The creek that runs a block from my house is bordered by open space, parks and trails. It makes for a nice transition into our old neighborhood with its large trees and established landscaping. It also makes the neighborhood feel more relaxed — casual and friendly.
We’ve known that the presence of vegetation in nearly any amount provides a calming, healthy influence. It doesn’t take a forest (Forest Bathing), but flower beds or even house plants will help. Urban and suburban areas alike are beginning to focus on the amount of green space readily accessible. Street trees, pocket parks, parklets — all manner of things are being tried to green up our cities. According to a Denver Post article, “Denver ranks nearly last among major U.S. cities, including New York, in park space as a percentage of total area.”
Planners have pushed for greater density of our cities so to ease sprawl and transportation issues following the precepts of New Urbanism. However, the increased density in established areas can lead to traffic and storm water problems, and impact the sufficiency of other municipal services. Increased densities can also create ‘gentrification’ and the resultant concerns about affordable housing and discrimination. And, fundamentally, when structures are more dense, there is less room for green space.
It is a problem that many municipalities contend with — how to create green space. As noted for Denver, greater densities increase the value of vacant or under-used land, making it more expensive to obtain properties for green uses. Low hanging fruit may exist along drainages, transportation corridors, and other spaces not suitable for residential, commercial or retail use. However, the cheaper land is also available in ‘poor’, often racially different, areas, leading to displacement and sometimes, homelessness.
Older industrial areas may also be suitable for less expensive purchase; however, they can come with a pollution burden. ‘Brownfields’ programs can be used to redevelop some contaminated industrial properties, but regulatory cleanups are often fund-limited and directed towards a given land use, which may not be compatible with a subsequent use concept.
Visiting Europe after college we tended to walk in the cities and towns, getting the feel of the neighborhoods and seeing the non-touristy bits. (It was also the cheapest entertainment we could get.) However, we always ended up at one of the plazas, where the open space was dwarfed on the fringes by churches or public buildings and usually by cafes, tables and benches. The center area was almost always a fountain, sometimes surrounded by a park-like circle of trees and flower boxes. It was generally peaceful in spite of the traffic, and offered a respite from the crowded streets.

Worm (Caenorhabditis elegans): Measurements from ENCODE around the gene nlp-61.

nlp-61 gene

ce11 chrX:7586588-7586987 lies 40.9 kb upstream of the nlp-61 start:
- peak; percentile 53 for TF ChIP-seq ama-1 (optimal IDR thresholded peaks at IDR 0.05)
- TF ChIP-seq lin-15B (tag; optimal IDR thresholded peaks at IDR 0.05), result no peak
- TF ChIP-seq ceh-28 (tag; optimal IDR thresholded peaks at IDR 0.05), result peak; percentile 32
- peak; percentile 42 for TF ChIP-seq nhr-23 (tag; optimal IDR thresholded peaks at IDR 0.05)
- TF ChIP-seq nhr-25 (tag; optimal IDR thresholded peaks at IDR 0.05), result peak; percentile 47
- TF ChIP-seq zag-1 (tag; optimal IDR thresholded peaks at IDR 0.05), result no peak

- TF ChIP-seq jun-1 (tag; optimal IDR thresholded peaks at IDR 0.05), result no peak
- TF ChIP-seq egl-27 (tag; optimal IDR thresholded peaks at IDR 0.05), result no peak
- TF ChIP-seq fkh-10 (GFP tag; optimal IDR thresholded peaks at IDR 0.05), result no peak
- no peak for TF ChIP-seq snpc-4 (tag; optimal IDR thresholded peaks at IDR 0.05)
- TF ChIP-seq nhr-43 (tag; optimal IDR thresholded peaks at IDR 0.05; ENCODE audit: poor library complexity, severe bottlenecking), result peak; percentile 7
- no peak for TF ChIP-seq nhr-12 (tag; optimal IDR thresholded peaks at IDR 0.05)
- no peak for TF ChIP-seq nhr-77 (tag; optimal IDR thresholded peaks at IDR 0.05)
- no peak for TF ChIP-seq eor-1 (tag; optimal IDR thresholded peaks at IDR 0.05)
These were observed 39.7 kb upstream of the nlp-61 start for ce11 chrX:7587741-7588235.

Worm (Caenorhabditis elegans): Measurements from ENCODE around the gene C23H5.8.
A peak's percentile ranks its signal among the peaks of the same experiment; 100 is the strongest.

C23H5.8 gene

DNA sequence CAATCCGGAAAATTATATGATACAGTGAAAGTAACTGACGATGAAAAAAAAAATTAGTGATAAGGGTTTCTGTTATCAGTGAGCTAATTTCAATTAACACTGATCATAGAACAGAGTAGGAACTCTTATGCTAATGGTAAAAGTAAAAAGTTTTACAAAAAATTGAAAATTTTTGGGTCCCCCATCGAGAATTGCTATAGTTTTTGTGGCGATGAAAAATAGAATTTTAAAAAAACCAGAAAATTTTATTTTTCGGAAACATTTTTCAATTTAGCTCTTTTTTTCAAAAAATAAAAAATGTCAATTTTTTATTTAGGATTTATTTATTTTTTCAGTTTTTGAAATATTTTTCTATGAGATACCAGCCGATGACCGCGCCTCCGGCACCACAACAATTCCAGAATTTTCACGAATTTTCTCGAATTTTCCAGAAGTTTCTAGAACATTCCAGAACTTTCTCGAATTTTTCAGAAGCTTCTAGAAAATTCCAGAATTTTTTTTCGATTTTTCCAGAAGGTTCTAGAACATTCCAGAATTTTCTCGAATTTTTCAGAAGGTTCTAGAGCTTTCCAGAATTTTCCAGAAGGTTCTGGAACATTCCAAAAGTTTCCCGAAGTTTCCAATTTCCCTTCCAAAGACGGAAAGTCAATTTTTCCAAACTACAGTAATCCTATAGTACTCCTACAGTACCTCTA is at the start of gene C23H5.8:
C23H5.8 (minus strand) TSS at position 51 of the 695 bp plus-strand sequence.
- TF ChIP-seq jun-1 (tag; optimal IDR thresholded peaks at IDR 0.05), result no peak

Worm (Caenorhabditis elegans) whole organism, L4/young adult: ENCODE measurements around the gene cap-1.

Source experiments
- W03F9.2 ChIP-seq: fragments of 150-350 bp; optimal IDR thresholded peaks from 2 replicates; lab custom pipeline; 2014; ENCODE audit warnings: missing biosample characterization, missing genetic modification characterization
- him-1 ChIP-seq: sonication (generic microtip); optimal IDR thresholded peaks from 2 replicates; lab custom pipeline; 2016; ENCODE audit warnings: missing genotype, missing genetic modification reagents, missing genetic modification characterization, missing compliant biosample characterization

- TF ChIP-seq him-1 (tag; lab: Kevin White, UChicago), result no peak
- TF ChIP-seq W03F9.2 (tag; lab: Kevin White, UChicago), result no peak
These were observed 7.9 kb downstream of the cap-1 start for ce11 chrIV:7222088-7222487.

Historically, the town plaza may have started with the city well, available for everyone’s use. The plaza would have hosted market stalls and served as an outdoor community center. Over time, piped water replaced the well and ponds or troughs served water to thirsty residents and their animals. Buildings evolved and fountains began to replace the spigots, and the troughs became more elaborate pools, suitable for coin tosses to satisfy wishes or bring good luck.
Everyone seems to be cognizant of the calming effects of a body of water. Todays Mama reported on recent studies that documented some of the beneficial effects of time spent in ‘blue space’. They reported:
1. It reduces depression.
2. It makes you more creative.
3. It de-stresses you.
4. It changes your perspective on the world.
So, along with the creation of green spaces, cities are trying to create “water amenities’, spaces adjacent to or utilizing water features. My home town of Fort Worth created a water garden in downtown on over four acres of formerly developed land. My current home, Golden, took advantage of an existing creek to create a water amenity, in partnership with the county Open Space, Trout Unlimited and Coors pollution funds. Besides providing blue space through downtown (and my neighborhood), the creek has become a draw for locals and tourists alike with park facilities, picnicking, tubing and kayaking.
So, looking for relief from depression and stress? Need a new perspective and greater creativity? Sounds like a beach vacation to me. But it may only take a walk to the nearby park and a few minutes gazing out at the fountain or pond to get your sanity and clarity back.
It’s probably a lot cheaper, too.
Bruce Finley, The Densification of Denver, Three Part Series, The Denver Post, January 13, 14 and 15, 2019
Ephrat Livini, The Japanese Practice of ‘Forest Bathing’ Is Scientificially Proven to Be Good for You, March 23, 2017, Quartz, Published in World Economic Forum in collaboration with Quartz.
Rebecca Jane Stokes, Science Shows How a Trip to The Beach Actually Changes Your Brain, January 3, 2019, todaysmama.com
Steve Tarlton, Small Green Spaces, 6/01/2017, Writes of Nature
Steve Tarlton, Tree People, 8/24/17, Writes of Nature
The Nature Conservancy, Planting Healthy Air, A Global Analysis of the Role of Urban Trees in Addressing Particulate Matter Pollution and Extreme Heat, August 25, 2016